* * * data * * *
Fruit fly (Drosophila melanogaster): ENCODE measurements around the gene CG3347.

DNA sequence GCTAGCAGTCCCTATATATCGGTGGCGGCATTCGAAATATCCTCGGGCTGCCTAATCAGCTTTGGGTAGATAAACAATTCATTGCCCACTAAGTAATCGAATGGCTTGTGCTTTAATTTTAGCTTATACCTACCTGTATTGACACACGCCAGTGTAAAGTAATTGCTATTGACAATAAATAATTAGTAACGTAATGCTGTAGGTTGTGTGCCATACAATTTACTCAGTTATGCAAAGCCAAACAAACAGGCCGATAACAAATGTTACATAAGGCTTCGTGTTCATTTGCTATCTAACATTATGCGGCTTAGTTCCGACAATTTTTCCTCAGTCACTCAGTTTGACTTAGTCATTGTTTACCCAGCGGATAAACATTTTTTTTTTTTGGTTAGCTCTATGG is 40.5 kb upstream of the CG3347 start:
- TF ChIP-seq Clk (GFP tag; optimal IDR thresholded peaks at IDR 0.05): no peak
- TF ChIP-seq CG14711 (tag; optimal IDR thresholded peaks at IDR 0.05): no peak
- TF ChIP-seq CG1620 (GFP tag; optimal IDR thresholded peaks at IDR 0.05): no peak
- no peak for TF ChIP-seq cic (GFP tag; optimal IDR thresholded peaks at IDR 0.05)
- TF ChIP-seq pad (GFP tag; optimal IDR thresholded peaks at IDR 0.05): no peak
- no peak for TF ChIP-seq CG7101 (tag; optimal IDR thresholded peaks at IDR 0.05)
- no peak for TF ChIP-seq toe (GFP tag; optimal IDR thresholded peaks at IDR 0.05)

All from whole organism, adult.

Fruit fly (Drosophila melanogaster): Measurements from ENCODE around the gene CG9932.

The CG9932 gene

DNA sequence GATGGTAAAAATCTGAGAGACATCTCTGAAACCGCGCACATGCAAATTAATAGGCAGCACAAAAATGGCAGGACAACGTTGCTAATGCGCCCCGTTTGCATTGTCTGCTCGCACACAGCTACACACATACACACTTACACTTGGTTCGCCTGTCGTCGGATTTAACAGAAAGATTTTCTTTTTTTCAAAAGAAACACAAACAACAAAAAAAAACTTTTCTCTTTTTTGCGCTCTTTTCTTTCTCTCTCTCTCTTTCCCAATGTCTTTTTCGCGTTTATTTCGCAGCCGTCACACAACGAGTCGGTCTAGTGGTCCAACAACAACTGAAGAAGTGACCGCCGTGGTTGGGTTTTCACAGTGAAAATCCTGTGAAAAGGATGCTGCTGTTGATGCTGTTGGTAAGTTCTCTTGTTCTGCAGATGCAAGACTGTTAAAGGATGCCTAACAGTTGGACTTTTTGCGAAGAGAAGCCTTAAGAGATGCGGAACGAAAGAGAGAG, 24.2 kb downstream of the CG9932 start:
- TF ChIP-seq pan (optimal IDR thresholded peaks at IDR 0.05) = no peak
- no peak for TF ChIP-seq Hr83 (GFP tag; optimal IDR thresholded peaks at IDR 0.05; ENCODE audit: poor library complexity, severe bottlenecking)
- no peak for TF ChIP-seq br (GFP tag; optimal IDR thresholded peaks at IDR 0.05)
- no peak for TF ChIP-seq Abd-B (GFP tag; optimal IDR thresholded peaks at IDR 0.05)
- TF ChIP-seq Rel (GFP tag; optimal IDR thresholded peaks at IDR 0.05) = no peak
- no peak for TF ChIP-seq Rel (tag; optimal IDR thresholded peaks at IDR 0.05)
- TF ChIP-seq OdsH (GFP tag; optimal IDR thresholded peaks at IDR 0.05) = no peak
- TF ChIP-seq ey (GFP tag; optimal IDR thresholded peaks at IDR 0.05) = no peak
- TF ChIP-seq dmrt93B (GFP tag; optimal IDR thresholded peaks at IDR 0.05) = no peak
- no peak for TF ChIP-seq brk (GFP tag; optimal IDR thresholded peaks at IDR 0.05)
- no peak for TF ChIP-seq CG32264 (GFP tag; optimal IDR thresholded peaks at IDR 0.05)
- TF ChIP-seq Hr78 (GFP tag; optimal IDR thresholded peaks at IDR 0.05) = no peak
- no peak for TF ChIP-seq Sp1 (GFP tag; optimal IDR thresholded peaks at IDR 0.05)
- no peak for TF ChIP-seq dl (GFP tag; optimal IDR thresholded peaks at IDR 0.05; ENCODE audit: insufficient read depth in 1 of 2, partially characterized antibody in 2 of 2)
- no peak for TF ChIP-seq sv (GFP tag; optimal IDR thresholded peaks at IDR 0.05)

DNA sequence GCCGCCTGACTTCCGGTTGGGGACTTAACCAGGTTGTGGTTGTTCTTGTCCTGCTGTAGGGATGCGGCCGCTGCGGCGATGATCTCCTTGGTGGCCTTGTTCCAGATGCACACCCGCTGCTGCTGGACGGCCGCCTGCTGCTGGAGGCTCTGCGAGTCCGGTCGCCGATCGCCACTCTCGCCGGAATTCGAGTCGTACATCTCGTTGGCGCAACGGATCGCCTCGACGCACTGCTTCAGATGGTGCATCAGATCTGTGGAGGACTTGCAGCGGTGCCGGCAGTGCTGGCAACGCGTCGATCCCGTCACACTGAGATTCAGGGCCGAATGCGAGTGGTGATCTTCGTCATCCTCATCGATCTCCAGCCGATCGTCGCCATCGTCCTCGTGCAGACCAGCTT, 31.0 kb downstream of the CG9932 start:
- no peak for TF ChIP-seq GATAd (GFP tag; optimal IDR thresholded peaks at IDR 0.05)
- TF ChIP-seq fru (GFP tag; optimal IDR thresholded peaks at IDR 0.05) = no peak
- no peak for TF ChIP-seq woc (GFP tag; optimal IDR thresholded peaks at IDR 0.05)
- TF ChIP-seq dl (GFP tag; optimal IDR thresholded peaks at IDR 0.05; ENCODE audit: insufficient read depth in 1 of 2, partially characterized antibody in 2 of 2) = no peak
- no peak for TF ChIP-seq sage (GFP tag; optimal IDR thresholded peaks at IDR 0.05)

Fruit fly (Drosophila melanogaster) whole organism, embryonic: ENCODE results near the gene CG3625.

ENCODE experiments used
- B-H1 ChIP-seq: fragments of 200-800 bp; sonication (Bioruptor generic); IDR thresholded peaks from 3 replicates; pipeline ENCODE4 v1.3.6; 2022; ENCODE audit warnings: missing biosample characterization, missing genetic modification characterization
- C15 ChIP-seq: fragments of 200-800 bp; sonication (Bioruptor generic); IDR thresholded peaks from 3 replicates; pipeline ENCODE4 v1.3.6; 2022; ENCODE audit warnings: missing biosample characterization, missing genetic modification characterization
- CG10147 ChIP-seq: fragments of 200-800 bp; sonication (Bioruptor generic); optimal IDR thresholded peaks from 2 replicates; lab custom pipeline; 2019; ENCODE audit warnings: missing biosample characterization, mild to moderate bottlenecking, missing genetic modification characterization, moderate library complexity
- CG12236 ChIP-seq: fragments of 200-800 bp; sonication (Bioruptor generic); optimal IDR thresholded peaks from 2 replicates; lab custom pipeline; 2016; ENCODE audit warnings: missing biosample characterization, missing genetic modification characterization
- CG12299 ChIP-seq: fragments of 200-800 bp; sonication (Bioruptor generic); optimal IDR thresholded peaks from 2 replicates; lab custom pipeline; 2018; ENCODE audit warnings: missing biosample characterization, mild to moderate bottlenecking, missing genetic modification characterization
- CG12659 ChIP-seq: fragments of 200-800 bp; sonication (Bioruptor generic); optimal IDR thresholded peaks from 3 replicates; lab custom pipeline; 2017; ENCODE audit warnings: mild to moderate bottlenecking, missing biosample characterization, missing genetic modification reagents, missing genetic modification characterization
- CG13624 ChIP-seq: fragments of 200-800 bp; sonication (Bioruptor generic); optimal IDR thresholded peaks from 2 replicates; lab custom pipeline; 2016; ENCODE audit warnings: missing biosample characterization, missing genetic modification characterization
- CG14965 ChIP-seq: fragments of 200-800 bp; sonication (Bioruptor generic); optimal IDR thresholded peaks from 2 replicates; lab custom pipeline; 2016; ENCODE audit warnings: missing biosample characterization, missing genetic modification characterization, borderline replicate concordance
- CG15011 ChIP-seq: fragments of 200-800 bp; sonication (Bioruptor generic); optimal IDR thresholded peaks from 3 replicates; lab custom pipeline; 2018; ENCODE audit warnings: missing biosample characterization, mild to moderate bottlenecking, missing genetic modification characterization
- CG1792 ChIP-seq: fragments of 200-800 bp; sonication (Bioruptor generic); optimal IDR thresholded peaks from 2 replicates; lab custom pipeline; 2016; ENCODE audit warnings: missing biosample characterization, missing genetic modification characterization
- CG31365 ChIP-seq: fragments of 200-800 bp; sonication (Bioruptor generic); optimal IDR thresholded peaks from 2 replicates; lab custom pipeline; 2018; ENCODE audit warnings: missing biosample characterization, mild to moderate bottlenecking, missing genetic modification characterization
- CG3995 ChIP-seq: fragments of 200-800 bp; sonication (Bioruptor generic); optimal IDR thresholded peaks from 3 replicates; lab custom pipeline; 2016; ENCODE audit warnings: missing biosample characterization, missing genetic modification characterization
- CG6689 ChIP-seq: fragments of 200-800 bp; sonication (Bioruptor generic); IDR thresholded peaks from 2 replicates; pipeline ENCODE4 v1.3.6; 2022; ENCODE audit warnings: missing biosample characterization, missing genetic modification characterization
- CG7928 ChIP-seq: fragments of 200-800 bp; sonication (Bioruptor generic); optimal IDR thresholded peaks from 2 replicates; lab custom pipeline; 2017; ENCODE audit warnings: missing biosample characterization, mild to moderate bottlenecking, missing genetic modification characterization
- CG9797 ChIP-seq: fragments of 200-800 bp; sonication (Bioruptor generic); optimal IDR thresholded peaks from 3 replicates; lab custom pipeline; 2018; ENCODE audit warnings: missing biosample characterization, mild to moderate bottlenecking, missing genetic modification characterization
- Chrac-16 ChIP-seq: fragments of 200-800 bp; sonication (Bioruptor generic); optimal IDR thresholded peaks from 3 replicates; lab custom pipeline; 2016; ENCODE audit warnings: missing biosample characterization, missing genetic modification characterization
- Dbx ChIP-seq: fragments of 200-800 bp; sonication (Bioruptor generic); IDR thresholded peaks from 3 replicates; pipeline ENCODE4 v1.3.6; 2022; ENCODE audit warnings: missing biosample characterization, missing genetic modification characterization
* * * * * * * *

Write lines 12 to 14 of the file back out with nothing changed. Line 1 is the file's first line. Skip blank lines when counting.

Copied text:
The CG9932 gene

DNA sequence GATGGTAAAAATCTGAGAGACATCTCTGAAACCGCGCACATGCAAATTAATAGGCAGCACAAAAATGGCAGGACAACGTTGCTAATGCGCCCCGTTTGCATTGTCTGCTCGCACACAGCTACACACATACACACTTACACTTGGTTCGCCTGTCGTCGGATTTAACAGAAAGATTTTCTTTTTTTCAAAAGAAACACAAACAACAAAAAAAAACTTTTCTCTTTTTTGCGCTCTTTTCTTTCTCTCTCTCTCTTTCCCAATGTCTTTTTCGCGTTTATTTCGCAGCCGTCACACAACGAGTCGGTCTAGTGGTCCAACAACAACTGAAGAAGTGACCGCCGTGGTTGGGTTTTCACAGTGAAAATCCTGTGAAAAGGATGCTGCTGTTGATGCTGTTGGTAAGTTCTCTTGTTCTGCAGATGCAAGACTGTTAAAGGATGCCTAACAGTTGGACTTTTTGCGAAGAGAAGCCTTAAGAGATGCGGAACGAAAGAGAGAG, 24.2 kb downstream of the CG9932 start:
- TF ChIP-seq pan (optimal IDR thresholded peaks at IDR 0.05) = no peak